PuSh Festival Aboriginal Performance Series - Ghostkeeper Interview

PuSh Festival 2012 presents the Aboriginal Performance Series, kicking off tomorrow with BeatNation live, showcasing some of the west coasts finest! Redwire interviews Ghostkeeper’s Sarah Houle.

Tomorrow kicks off the first of events in PuSh festivals exciting and excellently curated Aboriginal Performance Series, featuring a diverse array of talent including the highly acclaimed Almighty Voice and His Wife debuting in Salish City from Toronto’s Native Earth Performing Arts. Also debuting at the festival a making the journey from Auckland, New Zealand is No.2, a production featuring Madeleine Sami reflecting on Fijian matriarchy. Veteran actor Michael Greyeyes will also be delivering a keynote on staging ethnicity. Tomorrow evening is definitely not to be missed as BeatNation live presents a multimedia revelry, beginning the series with a powerful note featuring Ostwelve, Kinnie Starr, Cris Derksen and many others.
Out of town musical guests Ghostkeeper will be performing their unique blend of blues and folk with a subtle sixties psychedelic twist on February 3rd. They are currently signed Flemish Eye Records and are capturing the hearts of music lovers with indie persuasion across North America. We had the opportunity to interview Sarah Houle, visual artist, drummer, and vocalist for Ghostkeeper…

(full event listings to follow)


Artwork by Sarah Houle

RW: First off could you introduce yourself, and where you’re from?

SH: Sarah Houle from Paddle Prairie, Metis Settlement, I’m currently living in Calgary.

RW: How did Ghostkeeper form as a band?

SH: Shane and I starting playing together when we were living up north and we bought a drum kit off the local christian church. We decided to move to Calgary that spring to start focusing on art and music. Through a good friend of ours, Lorrie Matheson, we recruited Jay Crocker and after various changes to our line up we are now playing with sound tech Brad Hawkins, Ian Jarvis on bass, Jay on guitar/gadgets, Shane on guitar and lead vocals and me on drums and vocals, we all sing some parts.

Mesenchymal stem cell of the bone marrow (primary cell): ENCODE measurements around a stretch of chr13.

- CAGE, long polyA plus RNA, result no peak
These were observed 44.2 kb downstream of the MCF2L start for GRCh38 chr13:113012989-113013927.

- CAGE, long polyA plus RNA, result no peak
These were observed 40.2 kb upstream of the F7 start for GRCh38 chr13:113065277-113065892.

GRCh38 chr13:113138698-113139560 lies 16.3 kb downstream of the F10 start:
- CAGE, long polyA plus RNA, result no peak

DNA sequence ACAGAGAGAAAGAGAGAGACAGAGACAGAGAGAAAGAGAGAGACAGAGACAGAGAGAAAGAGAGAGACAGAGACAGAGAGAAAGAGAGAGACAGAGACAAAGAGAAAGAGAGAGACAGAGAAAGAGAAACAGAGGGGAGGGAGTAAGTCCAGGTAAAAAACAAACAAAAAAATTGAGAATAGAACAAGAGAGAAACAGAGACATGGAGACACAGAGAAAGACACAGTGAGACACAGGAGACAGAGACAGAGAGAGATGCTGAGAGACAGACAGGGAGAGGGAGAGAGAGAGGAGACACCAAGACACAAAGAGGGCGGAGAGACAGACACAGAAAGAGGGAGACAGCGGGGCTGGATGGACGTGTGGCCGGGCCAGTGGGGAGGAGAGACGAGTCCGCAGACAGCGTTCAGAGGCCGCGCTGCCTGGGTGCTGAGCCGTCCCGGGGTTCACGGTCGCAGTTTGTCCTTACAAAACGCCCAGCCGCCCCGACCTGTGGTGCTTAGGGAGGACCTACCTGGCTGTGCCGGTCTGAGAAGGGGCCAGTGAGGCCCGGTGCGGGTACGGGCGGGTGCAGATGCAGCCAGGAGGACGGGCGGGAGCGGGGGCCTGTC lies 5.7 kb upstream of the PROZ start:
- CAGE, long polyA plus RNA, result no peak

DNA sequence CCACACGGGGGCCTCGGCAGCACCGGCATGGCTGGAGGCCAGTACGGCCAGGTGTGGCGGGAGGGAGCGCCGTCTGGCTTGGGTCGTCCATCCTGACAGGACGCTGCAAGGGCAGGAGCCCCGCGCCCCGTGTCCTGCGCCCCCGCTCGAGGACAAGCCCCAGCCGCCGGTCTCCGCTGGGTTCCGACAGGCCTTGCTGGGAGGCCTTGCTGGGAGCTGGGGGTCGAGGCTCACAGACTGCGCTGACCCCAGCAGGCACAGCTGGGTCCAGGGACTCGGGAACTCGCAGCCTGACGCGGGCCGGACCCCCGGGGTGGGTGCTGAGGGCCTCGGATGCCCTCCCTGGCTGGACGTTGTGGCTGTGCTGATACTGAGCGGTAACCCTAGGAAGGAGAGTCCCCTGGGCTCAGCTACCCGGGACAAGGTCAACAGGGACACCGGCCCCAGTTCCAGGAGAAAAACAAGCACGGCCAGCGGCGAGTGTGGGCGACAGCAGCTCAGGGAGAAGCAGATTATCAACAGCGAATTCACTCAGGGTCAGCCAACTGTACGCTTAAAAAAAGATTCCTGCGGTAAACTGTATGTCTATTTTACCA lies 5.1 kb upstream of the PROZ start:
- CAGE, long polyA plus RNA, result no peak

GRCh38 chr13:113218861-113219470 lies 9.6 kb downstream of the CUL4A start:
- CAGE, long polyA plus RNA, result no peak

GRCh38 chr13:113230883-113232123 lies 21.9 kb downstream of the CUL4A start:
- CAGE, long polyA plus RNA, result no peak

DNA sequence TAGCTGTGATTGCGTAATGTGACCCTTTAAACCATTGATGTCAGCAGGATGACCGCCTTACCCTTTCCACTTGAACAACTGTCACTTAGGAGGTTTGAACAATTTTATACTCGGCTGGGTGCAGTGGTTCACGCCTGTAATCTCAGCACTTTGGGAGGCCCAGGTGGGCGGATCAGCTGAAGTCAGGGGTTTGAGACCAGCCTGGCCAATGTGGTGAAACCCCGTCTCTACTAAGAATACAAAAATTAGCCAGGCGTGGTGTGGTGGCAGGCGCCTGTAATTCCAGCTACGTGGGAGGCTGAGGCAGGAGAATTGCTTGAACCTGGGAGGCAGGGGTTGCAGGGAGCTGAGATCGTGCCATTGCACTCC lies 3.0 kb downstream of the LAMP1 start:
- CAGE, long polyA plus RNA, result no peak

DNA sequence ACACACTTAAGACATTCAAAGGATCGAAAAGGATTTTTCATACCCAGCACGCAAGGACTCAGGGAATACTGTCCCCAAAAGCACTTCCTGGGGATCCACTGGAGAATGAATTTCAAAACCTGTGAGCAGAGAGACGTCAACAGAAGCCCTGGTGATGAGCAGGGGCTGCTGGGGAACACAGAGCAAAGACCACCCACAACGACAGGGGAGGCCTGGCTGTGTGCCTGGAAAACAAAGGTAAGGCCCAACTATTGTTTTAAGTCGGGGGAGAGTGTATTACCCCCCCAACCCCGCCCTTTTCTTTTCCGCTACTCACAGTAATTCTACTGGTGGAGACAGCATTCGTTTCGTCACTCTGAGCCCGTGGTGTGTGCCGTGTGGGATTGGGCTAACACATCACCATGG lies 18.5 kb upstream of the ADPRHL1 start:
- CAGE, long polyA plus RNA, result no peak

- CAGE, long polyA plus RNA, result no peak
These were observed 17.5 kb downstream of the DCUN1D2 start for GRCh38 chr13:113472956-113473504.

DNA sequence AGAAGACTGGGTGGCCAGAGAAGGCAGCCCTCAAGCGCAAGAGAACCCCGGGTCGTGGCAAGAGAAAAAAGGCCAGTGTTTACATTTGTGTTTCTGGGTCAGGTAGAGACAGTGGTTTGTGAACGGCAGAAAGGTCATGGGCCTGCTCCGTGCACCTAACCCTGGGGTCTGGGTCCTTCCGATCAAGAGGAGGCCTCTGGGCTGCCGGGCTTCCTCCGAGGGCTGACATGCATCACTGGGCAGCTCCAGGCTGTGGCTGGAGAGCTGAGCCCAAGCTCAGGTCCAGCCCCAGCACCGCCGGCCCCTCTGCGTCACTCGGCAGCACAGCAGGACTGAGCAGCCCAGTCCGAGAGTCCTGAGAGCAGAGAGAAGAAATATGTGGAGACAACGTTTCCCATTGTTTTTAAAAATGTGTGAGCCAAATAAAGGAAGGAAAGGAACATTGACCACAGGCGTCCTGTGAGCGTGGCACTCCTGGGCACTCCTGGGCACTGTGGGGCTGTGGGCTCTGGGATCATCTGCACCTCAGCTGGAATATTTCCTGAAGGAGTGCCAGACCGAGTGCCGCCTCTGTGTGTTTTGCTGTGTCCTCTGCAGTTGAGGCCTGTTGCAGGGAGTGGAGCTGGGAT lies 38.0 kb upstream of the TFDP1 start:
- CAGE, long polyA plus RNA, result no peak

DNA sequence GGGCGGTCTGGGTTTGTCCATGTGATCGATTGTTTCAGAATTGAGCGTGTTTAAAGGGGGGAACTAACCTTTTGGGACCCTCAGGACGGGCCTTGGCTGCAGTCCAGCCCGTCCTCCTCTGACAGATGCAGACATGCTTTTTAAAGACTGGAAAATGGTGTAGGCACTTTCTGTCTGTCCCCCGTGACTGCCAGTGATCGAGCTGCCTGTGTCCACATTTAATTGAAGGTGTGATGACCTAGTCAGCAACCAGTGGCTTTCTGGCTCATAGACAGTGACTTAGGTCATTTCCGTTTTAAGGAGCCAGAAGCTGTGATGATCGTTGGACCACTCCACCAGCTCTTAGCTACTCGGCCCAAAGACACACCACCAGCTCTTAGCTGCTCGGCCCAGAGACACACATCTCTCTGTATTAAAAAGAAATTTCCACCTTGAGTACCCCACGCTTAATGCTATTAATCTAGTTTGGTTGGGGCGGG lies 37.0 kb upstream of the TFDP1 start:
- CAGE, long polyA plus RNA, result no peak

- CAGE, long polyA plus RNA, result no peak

RW: How has your Metis heritage informed the music you create?

SH: Our songs definitely have a narrative to them ranging from fantastical to biographical, so in this respect the storytelling both Shane and I grew up with is reflected in the music.

RW: Ghostkeeper seems to have a very visual as well as audio component to it when you look at the videos, can you talk more about this?

SH: The audio and visual are pretty tightly intertwined in this project. When we first moved to Calgary I was in my second year at art school, the work I was doing there gradually began to overlap with Ghostkeeper as we got more involved in the music. Together Shane and I develop visual concepts influenced by the music or sometimes the music is inspired by something visual. We try and experiment with different processes,often this means working with other local artists, photographers and craftspeople to see what we can come up with.

RW: Your debut album was dedicated to the people of the Northern Muskeg, how did this landscape influence the music you created?

SH: There is something very beautiful about the north. It is made up of so many extremes, cold and dark in the winter and long days in the summer, we get heavy fogs because of the muskeg and there are thickly wooded areas with lots of wildlife. It is haunting and inspiring.

RW: Currently this territory is undergoing unfortunate exploitation due to the oil sands, this is a very daunting topic. What are your perspectives on it? Do you feel hopeful?